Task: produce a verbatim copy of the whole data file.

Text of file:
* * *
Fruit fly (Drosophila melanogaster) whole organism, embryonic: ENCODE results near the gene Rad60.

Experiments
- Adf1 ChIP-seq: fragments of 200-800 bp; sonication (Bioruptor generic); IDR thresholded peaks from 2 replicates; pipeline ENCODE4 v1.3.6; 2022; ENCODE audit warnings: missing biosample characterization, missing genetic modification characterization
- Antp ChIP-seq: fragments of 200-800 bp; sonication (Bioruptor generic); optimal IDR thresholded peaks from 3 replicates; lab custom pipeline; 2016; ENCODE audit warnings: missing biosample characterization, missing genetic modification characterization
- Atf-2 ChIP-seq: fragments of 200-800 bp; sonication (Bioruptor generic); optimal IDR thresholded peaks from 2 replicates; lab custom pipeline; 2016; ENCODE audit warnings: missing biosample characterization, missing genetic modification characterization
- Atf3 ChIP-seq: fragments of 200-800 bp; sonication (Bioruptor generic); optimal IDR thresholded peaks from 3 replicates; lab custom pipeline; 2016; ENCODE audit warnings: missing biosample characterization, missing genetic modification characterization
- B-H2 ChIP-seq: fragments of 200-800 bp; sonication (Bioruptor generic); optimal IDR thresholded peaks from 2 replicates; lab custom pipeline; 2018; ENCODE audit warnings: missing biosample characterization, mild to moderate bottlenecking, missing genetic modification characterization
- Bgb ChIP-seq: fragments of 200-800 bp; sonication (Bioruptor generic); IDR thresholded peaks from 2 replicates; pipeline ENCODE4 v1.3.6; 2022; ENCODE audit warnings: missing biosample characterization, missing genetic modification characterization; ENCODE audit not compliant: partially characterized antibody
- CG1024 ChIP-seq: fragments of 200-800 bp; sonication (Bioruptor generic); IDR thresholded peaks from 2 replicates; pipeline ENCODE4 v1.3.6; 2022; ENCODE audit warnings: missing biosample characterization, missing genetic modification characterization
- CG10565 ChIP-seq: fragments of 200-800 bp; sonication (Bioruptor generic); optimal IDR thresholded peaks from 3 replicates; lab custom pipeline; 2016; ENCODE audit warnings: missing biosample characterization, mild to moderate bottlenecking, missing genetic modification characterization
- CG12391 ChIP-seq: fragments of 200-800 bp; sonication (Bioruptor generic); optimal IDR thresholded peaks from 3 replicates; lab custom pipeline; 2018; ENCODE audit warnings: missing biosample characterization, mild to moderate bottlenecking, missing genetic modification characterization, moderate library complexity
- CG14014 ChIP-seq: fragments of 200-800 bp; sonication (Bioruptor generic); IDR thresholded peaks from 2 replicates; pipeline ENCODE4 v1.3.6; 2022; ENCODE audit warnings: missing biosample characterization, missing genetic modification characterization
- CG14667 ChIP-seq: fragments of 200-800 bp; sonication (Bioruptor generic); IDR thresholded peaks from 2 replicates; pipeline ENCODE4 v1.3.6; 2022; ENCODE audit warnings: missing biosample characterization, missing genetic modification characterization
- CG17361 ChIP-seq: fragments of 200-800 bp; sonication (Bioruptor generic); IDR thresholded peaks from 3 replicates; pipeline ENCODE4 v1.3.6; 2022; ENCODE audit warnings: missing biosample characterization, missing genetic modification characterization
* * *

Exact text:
Fruit fly (Drosophila melanogaster) whole organism, embryonic: ENCODE results near the gene Rad60.

Experiments
- Adf1 ChIP-seq: fragments of 200-800 bp; sonication (Bioruptor generic); IDR thresholded peaks from 2 replicates; pipeline ENCODE4 v1.3.6; 2022; ENCODE audit warnings: missing biosample characterization, missing genetic modification characterization
- Antp ChIP-seq: fragments of 200-800 bp; sonication (Bioruptor generic); optimal IDR thresholded peaks from 3 replicates; lab custom pipeline; 2016; ENCODE audit warnings: missing biosample characterization, missing genetic modification characterization
- Atf-2 ChIP-seq: fragments of 200-800 bp; sonication (Bioruptor generic); optimal IDR thresholded peaks from 2 replicates; lab custom pipeline; 2016; ENCODE audit warnings: missing biosample characterization, missing genetic modification characterization
- Atf3 ChIP-seq: fragments of 200-800 bp; sonication (Bioruptor generic); optimal IDR thresholded peaks from 3 replicates; lab custom pipeline; 2016; ENCODE audit warnings: missing biosample characterization, missing genetic modification characterization
- B-H2 ChIP-seq: fragments of 200-800 bp; sonication (Bioruptor generic); optimal IDR thresholded peaks from 2 replicates; lab custom pipeline; 2018; ENCODE audit warnings: missing biosample characterization, mild to moderate bottlenecking, missing genetic modification characterization
- Bgb ChIP-seq: fragments of 200-800 bp; sonication (Bioruptor generic); IDR thresholded peaks from 2 replicates; pipeline ENCODE4 v1.3.6; 2022; ENCODE audit warnings: missing biosample characterization, missing genetic modification characterization; ENCODE audit not compliant: partially characterized antibody
- CG1024 ChIP-seq: fragments of 200-800 bp; sonication (Bioruptor generic); IDR thresholded peaks from 2 replicates; pipeline ENCODE4 v1.3.6; 2022; ENCODE audit warnings: missing biosample characterization, missing genetic modification characterization
- CG10565 ChIP-seq: fragments of 200-800 bp; sonication (Bioruptor generic); optimal IDR thresholded peaks from 3 replicates; lab custom pipeline; 2016; ENCODE audit warnings: missing biosample characterization, mild to moderate bottlenecking, missing genetic modification characterization
- CG12391 ChIP-seq: fragments of 200-800 bp; sonication (Bioruptor generic); optimal IDR thresholded peaks from 3 replicates; lab custom pipeline; 2018; ENCODE audit warnings: missing biosample characterization, mild to moderate bottlenecking, missing genetic modification characterization, moderate library complexity
- CG14014 ChIP-seq: fragments of 200-800 bp; sonication (Bioruptor generic); IDR thresholded peaks from 2 replicates; pipeline ENCODE4 v1.3.6; 2022; ENCODE audit warnings: missing biosample characterization, missing genetic modification characterization
- CG14667 ChIP-seq: fragments of 200-800 bp; sonication (Bioruptor generic); IDR thresholded peaks from 2 replicates; pipeline ENCODE4 v1.3.6; 2022; ENCODE audit warnings: missing biosample characterization, missing genetic modification characterization
- CG17361 ChIP-seq: fragments of 200-800 bp; sonication (Bioruptor generic); IDR thresholded peaks from 3 replicates; pipeline ENCODE4 v1.3.6; 2022; ENCODE audit warnings: missing biosample characterization, missing genetic modification characterization